Liked by 1 person

    • magwood says:

      Wow, thanks for such detailed info. I kind of wanted the mapmywalk walk info to be correct because it always gives a greater distance, but in reality I wasn’t really sure it would be reliable. However it is reliably different to wikiloc, ie always a similar percentage of difference and always higher. Any other info you have, please share.

      Like

  25. Math says:

    Hi, enjoyed your blog. From BC Canada & my husband & I are planning to come to Spain sept 2015 & walk. Will look forward to your future writings. Buen camino!

    Liked by 1 person

  26. louis says:

    well done we plan to do this walk in september. are there any sizns from the church in malaga
    enjoy. louis

    Liked by 1 person

    • magwood says:

      Hi Louis. I don’t remember any signs until we reached the area just before crossing under the motorway and then there are plenty of arrows. The route from the church to this point is quite straight forward and you can find a GPS route online. If you have trouble finding directions, let me know and I will try to send you a link when I am back home.

      Like

  27. outdoorfirmo says:

    Hi Maggie,

    I’ve reading your blog with great interest. Keep up the good work.

    I cycled the via de la Plata last year, but this year I’m riding part of the TransAndalus and TransMurciana. Neither are Camino de Santiago routes, however, I need to get from Malaga to Antequerra. I already have a route planned, but there is the other alternative of following the Camino Mozarabe (and I really crave to see those yellow arrows!).

    Its inevitable that whatever route taken from Malaga to Antequera is going to comprise of massive elevation, but I wonder, in your opinion do you think this Camino is mostly rideable?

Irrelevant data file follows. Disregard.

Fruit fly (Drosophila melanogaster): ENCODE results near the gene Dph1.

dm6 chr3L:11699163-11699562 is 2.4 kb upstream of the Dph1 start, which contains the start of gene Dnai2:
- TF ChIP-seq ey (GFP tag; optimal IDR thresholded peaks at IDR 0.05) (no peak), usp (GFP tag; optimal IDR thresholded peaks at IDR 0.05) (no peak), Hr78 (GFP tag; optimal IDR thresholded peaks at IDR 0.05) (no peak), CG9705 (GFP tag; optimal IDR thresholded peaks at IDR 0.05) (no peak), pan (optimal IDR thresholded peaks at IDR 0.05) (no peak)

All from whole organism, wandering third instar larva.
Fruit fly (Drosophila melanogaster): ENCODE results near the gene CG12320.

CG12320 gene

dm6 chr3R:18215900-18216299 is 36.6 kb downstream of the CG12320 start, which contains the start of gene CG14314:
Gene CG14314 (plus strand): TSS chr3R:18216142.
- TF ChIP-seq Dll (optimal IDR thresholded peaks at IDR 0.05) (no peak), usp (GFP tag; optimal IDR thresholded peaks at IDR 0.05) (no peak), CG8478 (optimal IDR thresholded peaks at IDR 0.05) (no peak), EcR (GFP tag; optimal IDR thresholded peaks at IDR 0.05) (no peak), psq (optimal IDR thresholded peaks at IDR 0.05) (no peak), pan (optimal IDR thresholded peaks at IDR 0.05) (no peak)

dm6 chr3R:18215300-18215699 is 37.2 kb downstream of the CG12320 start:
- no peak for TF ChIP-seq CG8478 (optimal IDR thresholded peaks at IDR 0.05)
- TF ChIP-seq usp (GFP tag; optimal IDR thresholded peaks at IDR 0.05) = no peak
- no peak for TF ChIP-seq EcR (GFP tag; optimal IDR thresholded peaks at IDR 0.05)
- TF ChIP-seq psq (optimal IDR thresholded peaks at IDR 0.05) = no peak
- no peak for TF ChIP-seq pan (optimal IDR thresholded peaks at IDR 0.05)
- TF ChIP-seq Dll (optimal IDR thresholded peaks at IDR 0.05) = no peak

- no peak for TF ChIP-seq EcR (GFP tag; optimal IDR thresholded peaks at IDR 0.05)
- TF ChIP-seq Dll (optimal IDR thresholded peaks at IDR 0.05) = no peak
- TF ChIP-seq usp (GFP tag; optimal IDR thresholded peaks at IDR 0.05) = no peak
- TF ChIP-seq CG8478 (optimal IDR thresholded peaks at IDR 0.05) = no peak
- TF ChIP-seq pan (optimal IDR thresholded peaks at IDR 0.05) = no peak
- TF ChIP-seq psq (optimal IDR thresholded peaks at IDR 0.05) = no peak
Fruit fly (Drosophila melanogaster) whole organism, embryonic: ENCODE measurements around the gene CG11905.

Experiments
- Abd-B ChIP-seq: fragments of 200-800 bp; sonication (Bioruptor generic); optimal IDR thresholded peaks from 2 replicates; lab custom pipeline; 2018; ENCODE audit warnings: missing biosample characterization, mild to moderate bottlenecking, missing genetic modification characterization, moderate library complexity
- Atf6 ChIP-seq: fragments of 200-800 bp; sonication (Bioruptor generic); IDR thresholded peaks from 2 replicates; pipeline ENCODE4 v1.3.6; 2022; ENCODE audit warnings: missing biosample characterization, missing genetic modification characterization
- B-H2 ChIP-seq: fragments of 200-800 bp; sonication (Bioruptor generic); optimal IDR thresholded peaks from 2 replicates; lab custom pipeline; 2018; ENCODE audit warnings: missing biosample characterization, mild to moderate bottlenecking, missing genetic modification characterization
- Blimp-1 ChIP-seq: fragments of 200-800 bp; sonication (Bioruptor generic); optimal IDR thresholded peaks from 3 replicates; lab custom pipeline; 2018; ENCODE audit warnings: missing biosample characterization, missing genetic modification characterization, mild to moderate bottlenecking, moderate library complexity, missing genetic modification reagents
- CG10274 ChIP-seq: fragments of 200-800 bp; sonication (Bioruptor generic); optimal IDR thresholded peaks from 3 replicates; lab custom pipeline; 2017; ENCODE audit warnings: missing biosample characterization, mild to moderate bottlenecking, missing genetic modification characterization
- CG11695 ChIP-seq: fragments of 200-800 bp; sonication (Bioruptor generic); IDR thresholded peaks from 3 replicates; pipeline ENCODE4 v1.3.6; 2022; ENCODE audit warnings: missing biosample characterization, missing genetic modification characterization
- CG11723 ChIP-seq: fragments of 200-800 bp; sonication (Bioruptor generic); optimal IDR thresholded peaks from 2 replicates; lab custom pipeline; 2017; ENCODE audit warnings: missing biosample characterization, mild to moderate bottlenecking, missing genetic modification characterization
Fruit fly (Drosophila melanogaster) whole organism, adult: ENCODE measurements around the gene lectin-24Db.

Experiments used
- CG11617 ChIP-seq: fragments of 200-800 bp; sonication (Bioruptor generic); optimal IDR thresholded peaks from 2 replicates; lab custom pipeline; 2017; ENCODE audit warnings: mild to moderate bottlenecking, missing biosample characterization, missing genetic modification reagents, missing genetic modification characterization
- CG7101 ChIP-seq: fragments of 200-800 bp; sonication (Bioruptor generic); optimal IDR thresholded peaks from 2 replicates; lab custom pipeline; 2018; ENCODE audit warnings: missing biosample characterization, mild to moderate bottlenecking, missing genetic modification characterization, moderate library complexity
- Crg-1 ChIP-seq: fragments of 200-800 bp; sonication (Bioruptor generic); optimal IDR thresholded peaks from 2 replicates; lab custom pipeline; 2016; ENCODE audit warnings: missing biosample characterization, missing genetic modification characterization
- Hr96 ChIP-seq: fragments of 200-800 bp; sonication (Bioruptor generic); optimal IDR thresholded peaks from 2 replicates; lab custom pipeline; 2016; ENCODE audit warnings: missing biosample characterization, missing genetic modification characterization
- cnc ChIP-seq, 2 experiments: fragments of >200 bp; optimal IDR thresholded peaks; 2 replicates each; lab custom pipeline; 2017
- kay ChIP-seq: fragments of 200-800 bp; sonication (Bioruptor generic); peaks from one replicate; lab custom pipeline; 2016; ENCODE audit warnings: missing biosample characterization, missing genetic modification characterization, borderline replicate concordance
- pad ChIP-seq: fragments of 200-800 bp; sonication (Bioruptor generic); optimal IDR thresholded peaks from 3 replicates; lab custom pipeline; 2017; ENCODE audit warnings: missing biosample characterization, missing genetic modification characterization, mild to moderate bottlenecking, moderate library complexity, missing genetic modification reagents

Thanks again!

    Like

  28. Pingback: Trepidatious Traveller | The Camino Provides

  29. Jp Kennedy says:

    Maggie
    Can you please tell me where you got your credencial from, obviously not the church. Did your walking partner get his from the Church. We arriving in Malaga June 5th but not heading off until next day so hopefully we can get our credential that afternoon
    Thanks
    JO

    Like

    • magwood says:

      Hi Jo. I did finally get the first stamp in my credencial at the church after my return. The last time I was in Málaga (just before Christmas) the church was still closed for renovation. I have no idea when it will reopen. I think you can also get your credencial from the Cathedral, which is very central. I got mine from the Amigos in Málaga, but at the time their office was only open for a few hours on a Tuesday evening, which wouldn’t work for many people. I can’t remember where George got his from. Take a look at this link to a camino forum for recent information.
      You can also order a credencial to be sent by post from the camino forum linked above, or from various different associations around the world.
      I hope you enjoy this camino – it is difficult to have a favourite, as all caminos are very different. But the Mozarabe from Málaga was very special.
      Buen Camino!

      Like

      • Jo Kennedy says:

        Thanks Maggie, appreciate the info. I have done the CF twice and the Portuguese as well, and I have looked forward to this one immensely. It has been so helpful having your blog to look at. I think our accommodation in Malaga is quite near the Cathedral, so that should work out well. We are from New Zealand so hope to get Credencial and stamp organised the day before we start walking.
        Once again, many thanks for your help
        Jo

        Like